The Best Way to Get to Know the River? Float it!

 
Many healthy riparian areas were observed and locations were noted along the river.

Many healthy riparian areas were observed and locations were noted along the river.

On July 5, 2017, the Big Thompson River Corridor Master Plan project team took a float trip down the Big Thompson River from the Morey Open Space on the west end to County Road 9E on the east end. So far in this project, we have been able to learn about the river primarily from looking upstream and downstream at road crossings and from traveling the bike and pedestrian trails along the river. While this provides a good overview of some portions of the river, there are many portions of the river, especially on the west and east ends, that are not easily accessed except by going down the river.

Project team members from Wright Water Engineers, Inc. (WWE), THK Associates, Matrix Design Group, and Blue Mountain, LLC floated down the river on the 5th of July. The project team used a variety of water craft including a kayak, two paddle boards, and inner tubes. It took most of the day to cover the 9-mile stretch, and the team stopped for a pizza lunch at Fairgrounds Park to refuel.

All of the project team members were struck by the hidden beauty of the Big Thompson River along many of these reaches. While there is still some work to be done, many portions of the river have recovered well from the September 2013 flood. During the float trip we saw birds including numerous blue heron, owls, and a variety of song birds. We also encountered a number of local residents recreating in the river, especially in the central portion from Centennial Park downstream to Fairgrounds Park.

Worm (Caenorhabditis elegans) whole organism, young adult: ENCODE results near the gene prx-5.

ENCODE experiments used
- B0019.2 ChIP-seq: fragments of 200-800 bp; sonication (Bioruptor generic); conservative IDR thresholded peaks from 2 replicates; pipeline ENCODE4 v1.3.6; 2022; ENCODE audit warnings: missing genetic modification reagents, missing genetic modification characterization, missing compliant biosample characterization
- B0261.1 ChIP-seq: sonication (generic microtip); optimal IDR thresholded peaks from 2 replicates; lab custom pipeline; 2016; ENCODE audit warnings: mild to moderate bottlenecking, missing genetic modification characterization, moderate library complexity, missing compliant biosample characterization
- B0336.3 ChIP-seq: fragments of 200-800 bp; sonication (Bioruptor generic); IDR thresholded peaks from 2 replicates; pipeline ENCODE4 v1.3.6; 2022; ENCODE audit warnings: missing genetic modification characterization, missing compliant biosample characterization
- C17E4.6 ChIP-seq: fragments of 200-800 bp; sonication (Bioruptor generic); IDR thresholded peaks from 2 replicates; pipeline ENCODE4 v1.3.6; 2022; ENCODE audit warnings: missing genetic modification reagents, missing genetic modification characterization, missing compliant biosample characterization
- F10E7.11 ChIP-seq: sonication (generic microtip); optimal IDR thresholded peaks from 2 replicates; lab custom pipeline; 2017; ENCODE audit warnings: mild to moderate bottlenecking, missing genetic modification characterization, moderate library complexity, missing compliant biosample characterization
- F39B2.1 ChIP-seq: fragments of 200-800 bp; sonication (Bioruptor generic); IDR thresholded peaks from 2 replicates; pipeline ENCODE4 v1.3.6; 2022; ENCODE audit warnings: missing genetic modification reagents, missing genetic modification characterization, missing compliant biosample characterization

Example of a "snag" caused by a stressed tree. We had to carefully navigate around these! 

Example of a "snag" caused by a stressed tree. We had to carefully navigate around these! 

Some of the biggest challenges for floating down the Big Thompson were the “snags” and “strainers” caused by fallen trees and debris in the channel. A considerable amount of this debris is left over from the September 2013 flood. While fallen trees and similar types of debris can provide good habitat for fish, they present hazards for people on inner tubes or in boats. Our project team was successful at navigating around these challenges, but the experience gave us a good perspective on what other people on inner tubes might experience.

In order to best understand our project area, we snapped a collection of pictures of conditions along the river and geo-referenced these images to document what we observed. The following is a synopsis of some of the things we saw during our site visit. We are in the works of creating a comprehensive Story Map of our trip to document that summarizes and geolocates a captioned photo log for the corridor restoration project. . The draft can be accessed by following this URL:
BTRCMP Float Trip Story Map

 
 
 

The project team would like to thank the City for helping to coordinate this float trip and the residents along the river for allowing us to get out of the river and portage around hazardous areas including diversion structures. The project team thoroughly enjoyed the day on the river and came away with a new perspective on the valuable resource that this corridor is to the City of Loveland and Larimer County.

 
 
ELLIE